A Royal Armouries’ curator formed part of an expert academic team investigating the “skeleton in the car park” discovery – potentially the human remains of Richard III.

Historians and scientists have conducted a barrage of scientific studies on the bones, discovered in a local council car park last September.

The Leeds museum’s Curator of European Edged Weapons, Bob Woosnam-Savage, was invited to join the Greyfriars’ research team by the University of Leicester. Since then, specialists have spent four months working to see if the skeleton belongs to Richard III – who died at the Battle of Bosworth in 1485.

The findings are set to be unveiled at a press conference on Monday (February 4); and during a Channel 4 documentary broadcasting at 9pm the same day – Richard III: The King in the Car Park.

The scientific investigation – the focus of worldwide academic and media interest – began when a skeleton was excavated during an archaeological project at the former site of Greyfriars Church, in Leicester.

It was believed the church was the final resting place of the last Plantagenet king, Richard III, who had been buried there in August 1485, after his defeat by Henry VII, father of Henry VIII.

After the bones were excavated, Bob Woosnam-Savage’s role was to use his expertise and knowledge of medieval weapons to examine trauma to the skeleton – and to try to establish how the individual met his violent death.

Bob said, “The problem with looking for Richard was that tradition described his body as having been disturbed during the Dissolution in 1538, when Greyfriars was demolished, and his remains were thrown into, or buried near, the River Soar, which runs through the city.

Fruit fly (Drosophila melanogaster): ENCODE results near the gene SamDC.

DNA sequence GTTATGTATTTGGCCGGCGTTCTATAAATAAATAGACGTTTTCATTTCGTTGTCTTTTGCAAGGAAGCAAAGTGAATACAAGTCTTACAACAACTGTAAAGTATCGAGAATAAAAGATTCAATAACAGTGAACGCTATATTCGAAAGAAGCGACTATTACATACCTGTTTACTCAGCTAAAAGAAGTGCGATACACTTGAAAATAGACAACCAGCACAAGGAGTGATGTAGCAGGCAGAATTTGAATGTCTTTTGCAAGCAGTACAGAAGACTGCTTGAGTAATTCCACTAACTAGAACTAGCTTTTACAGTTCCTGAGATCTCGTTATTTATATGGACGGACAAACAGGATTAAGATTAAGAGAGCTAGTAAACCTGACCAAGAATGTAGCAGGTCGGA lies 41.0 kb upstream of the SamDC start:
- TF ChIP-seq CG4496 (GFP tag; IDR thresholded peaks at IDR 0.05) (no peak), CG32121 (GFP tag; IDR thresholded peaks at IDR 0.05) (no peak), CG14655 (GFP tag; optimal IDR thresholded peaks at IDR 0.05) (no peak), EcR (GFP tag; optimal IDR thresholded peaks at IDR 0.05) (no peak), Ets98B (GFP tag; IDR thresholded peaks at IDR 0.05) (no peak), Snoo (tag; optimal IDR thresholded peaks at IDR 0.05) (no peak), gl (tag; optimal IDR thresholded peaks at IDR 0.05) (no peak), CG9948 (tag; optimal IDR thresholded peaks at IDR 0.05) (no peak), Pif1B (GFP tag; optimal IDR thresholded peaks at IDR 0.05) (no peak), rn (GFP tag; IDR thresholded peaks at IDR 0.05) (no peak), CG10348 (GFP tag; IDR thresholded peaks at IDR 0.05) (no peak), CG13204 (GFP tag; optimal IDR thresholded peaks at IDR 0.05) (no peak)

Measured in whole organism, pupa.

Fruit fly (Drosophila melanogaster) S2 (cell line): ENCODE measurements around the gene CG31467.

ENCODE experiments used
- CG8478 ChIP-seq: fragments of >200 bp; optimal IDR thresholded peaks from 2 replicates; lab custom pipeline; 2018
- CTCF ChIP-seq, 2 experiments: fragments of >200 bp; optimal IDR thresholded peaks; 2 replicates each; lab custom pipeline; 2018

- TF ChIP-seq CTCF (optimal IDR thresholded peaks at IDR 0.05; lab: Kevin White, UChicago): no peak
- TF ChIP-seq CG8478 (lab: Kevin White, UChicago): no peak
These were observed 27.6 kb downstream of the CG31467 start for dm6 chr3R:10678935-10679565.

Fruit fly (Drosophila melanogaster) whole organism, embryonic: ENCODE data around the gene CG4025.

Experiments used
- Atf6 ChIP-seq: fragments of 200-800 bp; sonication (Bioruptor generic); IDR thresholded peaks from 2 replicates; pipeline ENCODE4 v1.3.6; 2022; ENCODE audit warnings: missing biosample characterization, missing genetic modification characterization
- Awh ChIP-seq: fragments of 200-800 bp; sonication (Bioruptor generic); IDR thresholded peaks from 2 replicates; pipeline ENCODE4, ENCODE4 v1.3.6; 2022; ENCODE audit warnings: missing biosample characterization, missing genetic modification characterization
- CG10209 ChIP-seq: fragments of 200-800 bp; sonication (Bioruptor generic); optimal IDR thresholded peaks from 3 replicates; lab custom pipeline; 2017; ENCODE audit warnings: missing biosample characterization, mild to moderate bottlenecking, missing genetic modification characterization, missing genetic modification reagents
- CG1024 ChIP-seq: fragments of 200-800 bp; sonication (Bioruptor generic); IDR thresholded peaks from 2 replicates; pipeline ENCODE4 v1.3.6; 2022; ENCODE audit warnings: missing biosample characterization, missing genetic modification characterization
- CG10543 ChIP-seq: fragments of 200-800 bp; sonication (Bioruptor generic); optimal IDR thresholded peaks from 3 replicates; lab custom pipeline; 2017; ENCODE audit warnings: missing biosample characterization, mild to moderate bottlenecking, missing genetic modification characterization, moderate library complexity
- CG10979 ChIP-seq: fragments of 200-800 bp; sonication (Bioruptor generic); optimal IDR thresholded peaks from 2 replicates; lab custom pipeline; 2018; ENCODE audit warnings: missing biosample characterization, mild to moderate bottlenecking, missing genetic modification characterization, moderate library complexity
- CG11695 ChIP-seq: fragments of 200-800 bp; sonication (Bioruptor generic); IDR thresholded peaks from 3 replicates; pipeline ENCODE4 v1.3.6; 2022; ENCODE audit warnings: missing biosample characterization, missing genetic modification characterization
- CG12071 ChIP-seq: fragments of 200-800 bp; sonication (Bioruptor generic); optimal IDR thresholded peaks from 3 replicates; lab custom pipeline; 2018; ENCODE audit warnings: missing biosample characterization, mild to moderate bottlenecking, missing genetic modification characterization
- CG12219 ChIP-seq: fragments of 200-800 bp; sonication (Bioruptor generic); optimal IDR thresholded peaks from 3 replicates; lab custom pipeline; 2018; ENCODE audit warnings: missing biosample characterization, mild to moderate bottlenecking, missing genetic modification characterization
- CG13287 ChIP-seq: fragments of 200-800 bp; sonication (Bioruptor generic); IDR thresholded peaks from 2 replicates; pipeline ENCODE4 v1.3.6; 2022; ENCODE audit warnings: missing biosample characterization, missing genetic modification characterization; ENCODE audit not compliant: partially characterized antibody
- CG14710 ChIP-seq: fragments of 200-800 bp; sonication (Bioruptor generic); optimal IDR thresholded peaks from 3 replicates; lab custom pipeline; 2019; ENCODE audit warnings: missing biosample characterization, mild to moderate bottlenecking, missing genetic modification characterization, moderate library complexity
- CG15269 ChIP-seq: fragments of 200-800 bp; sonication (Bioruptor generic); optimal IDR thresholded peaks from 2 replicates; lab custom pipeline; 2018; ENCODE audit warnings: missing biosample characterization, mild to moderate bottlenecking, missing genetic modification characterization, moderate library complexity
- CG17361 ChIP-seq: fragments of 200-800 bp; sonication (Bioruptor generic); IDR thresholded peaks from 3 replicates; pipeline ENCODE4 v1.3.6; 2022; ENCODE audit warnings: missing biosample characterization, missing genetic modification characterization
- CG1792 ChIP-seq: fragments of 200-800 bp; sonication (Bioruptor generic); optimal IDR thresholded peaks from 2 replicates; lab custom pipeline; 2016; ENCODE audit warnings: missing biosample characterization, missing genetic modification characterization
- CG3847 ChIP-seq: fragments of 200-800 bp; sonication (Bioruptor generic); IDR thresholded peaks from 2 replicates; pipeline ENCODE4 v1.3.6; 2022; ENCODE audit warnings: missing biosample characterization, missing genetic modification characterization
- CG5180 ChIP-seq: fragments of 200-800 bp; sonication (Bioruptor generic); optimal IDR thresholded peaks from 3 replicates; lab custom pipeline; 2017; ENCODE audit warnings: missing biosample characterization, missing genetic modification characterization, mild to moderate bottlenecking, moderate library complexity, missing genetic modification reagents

“We know that Richard died at Bosworth and amazingly this skeleton bore the trauma of battle. Using our expertise, we have supported the team by looking at weapons that may have been used to kill this individual, and built up a blow-by-blow account showing of how he may possibly have met his end.

“So the question will be answered on Monday – has Richard, a ‘Lost king’ of England, really been found after nearly 530 years?

Since its excavation the Greyfriars’ skeleton has been studied for four months by a number of different specialists, working in diverse areas such as DNA testing, carbon-dating, dental tests to establish diet, osteology and forensic pathology.

Bob is due to attend the press conference in Leicester on Monday. He will also be available for interviews at the Royal Armouries Museum in Leeds on Tuesday, February 5.

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Notes to editors

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